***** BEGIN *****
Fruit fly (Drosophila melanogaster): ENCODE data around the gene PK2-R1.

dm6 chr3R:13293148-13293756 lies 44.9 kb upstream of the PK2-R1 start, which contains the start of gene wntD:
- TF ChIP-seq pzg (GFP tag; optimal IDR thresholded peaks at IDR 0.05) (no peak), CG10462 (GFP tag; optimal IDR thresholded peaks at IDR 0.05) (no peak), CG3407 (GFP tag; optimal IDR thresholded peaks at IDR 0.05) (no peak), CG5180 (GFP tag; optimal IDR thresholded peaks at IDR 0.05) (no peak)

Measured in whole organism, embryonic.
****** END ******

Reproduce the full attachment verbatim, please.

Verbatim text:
Fruit fly (Drosophila melanogaster): ENCODE data around the gene PK2-R1.

dm6 chr3R:13293148-13293756 lies 44.9 kb upstream of the PK2-R1 start, which contains the start of gene wntD:
- TF ChIP-seq pzg (GFP tag; optimal IDR thresholded peaks at IDR 0.05) (no peak), CG10462 (GFP tag; optimal IDR thresholded peaks at IDR 0.05) (no peak), CG3407 (GFP tag; optimal IDR thresholded peaks at IDR 0.05) (no peak), CG5180 (GFP tag; optimal IDR thresholded peaks at IDR 0.05) (no peak)

Measured in whole organism, embryonic.